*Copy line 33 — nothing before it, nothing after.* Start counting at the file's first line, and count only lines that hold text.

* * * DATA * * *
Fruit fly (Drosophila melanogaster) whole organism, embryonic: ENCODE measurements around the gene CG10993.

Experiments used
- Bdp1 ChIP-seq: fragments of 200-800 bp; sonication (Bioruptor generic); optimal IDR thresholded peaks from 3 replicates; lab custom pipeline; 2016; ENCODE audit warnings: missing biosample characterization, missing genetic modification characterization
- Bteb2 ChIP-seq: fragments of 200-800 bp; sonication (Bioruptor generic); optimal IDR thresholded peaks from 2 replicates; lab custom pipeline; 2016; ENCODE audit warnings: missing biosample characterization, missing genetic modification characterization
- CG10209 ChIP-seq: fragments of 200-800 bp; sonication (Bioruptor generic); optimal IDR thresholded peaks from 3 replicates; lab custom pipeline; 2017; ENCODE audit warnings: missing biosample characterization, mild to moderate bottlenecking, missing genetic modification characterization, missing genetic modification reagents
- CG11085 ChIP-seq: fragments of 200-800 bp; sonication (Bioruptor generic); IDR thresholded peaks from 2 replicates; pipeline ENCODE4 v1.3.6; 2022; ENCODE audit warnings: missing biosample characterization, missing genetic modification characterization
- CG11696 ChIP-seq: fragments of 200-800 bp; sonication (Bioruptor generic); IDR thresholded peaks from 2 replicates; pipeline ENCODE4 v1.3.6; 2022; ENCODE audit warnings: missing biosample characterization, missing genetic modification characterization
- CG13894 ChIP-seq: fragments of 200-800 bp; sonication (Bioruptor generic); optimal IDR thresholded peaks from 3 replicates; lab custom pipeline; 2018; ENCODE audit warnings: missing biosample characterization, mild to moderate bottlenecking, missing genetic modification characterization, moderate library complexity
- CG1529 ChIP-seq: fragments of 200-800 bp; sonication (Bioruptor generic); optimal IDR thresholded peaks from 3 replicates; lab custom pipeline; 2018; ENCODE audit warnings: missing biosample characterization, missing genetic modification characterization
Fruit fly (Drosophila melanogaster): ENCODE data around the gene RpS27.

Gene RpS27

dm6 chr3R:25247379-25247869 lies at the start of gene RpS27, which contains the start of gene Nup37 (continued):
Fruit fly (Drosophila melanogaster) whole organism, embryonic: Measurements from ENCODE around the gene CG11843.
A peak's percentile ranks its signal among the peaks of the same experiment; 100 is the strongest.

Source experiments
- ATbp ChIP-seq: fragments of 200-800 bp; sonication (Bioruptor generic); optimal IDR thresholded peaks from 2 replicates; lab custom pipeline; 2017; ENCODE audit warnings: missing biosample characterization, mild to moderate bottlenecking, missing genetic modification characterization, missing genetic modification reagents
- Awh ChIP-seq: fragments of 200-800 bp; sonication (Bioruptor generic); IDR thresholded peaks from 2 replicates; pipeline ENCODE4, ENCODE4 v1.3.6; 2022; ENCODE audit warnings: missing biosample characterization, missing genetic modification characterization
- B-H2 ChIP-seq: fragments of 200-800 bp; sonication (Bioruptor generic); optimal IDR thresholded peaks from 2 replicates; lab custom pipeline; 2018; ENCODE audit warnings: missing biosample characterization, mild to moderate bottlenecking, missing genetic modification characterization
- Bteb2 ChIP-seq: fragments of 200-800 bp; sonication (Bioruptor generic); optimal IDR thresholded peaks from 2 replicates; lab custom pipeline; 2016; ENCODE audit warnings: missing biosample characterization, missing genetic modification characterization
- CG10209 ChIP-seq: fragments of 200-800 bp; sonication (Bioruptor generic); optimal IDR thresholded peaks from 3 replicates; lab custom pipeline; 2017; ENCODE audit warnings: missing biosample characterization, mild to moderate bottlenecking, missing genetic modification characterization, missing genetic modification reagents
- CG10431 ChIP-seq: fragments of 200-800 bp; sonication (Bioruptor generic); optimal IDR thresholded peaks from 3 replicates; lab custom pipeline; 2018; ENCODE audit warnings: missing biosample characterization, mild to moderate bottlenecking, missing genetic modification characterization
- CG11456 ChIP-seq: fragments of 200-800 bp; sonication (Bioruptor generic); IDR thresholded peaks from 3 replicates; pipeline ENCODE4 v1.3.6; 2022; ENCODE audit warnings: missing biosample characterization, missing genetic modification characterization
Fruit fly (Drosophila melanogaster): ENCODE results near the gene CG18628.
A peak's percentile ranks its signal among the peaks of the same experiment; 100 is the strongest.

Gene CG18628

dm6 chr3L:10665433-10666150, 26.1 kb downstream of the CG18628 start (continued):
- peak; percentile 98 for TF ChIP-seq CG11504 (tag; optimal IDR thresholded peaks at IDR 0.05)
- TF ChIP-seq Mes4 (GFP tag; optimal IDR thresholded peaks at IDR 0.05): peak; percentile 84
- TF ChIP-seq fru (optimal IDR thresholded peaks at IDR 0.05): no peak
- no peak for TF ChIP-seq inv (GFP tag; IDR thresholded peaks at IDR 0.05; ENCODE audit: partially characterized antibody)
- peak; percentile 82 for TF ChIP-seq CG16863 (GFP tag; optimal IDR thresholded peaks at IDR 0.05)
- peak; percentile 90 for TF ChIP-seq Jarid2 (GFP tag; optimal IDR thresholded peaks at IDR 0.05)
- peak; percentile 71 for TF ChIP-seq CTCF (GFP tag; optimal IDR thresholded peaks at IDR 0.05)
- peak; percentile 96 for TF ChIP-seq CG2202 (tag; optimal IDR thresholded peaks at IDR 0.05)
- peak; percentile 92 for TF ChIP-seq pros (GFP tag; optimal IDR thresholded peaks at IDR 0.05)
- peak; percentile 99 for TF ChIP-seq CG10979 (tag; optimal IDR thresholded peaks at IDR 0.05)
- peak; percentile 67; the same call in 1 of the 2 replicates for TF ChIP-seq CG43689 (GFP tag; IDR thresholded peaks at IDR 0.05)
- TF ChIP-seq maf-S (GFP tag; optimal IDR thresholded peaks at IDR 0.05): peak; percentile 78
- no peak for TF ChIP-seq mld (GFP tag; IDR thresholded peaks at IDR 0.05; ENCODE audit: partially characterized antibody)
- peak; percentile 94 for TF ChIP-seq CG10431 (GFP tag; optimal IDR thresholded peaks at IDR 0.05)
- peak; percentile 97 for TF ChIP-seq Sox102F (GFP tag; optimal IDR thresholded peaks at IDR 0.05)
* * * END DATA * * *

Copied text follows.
- peak; percentile 71 for TF ChIP-seq CTCF (GFP tag; optimal IDR thresholded peaks at IDR 0.05)